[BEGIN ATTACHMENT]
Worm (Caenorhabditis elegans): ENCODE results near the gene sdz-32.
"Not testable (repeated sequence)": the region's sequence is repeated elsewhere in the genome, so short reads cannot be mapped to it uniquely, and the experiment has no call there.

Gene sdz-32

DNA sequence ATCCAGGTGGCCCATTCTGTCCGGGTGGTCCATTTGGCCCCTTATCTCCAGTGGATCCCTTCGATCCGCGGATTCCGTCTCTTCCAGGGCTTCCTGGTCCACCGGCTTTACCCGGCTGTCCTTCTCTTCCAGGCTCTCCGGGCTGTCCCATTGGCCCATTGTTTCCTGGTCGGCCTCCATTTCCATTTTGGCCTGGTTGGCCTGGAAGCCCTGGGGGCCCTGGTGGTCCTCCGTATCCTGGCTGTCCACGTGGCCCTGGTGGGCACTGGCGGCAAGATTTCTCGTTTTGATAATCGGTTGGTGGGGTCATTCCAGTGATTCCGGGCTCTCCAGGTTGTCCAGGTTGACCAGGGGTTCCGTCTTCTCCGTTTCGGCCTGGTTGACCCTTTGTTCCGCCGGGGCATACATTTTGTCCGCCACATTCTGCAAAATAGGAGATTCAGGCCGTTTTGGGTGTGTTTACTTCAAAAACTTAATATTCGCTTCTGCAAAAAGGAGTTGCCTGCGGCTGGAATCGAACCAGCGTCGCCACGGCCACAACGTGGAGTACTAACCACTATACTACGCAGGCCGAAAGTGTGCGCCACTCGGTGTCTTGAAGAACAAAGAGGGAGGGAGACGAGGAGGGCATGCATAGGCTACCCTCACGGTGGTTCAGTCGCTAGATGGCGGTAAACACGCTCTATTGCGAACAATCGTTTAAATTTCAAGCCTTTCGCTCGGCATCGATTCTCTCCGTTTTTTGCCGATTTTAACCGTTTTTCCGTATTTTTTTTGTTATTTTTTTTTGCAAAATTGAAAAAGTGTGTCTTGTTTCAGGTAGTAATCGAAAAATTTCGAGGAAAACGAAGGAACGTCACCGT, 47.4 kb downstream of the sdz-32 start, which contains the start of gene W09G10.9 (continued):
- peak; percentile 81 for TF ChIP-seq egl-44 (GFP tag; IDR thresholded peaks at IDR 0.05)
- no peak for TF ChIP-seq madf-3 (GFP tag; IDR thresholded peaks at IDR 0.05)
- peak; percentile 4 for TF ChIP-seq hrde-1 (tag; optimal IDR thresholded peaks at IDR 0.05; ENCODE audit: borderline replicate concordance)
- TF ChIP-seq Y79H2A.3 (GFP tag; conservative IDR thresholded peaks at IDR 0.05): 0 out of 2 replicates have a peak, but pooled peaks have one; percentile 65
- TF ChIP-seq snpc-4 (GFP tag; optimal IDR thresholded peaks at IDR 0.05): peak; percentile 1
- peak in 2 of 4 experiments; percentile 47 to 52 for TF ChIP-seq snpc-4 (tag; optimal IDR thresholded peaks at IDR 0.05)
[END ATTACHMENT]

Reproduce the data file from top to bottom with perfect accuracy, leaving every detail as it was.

Worm (Caenorhabditis elegans): ENCODE results near the gene sdz-32.
"Not testable (repeated sequence)": the region's sequence is repeated elsewhere in the genome, so short reads cannot be mapped to it uniquely, and the experiment has no call there.

Gene sdz-32

DNA sequence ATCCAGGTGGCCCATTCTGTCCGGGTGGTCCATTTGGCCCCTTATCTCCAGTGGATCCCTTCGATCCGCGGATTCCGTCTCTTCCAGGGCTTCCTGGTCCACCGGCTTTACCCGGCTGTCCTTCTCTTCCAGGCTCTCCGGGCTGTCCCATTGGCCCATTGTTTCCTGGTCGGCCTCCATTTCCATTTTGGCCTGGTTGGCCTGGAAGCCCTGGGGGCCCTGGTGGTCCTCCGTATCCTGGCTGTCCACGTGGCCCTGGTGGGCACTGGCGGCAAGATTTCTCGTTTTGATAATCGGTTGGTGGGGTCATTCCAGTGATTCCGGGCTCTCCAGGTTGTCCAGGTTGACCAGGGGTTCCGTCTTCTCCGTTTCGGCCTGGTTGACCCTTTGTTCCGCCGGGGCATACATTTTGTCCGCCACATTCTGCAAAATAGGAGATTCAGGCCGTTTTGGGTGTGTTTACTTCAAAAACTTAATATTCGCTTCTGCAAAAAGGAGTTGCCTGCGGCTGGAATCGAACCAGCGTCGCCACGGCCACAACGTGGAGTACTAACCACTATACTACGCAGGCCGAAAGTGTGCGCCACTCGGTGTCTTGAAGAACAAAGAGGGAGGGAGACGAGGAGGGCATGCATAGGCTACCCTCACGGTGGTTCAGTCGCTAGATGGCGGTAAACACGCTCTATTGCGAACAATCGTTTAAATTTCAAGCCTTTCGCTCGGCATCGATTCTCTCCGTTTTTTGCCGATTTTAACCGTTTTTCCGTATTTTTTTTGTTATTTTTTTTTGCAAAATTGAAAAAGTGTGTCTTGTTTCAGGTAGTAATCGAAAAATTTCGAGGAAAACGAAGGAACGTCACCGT, 47.4 kb downstream of the sdz-32 start, which contains the start of gene W09G10.9 (continued):
- peak; percentile 81 for TF ChIP-seq egl-44 (GFP tag; IDR thresholded peaks at IDR 0.05)
- no peak for TF ChIP-seq madf-3 (GFP tag; IDR thresholded peaks at IDR 0.05)
- peak; percentile 4 for TF ChIP-seq hrde-1 (tag; optimal IDR thresholded peaks at IDR 0.05; ENCODE audit: borderline replicate concordance)
- TF ChIP-seq Y79H2A.3 (GFP tag; conservative IDR thresholded peaks at IDR 0.05): 0 out of 2 replicates have a peak, but pooled peaks have one; percentile 65
- TF ChIP-seq snpc-4 (GFP tag; optimal IDR thresholded peaks at IDR 0.05): peak; percentile 1
- peak in 2 of 4 experiments; percentile 47 to 52 for TF ChIP-seq snpc-4 (tag; optimal IDR thresholded peaks at IDR 0.05)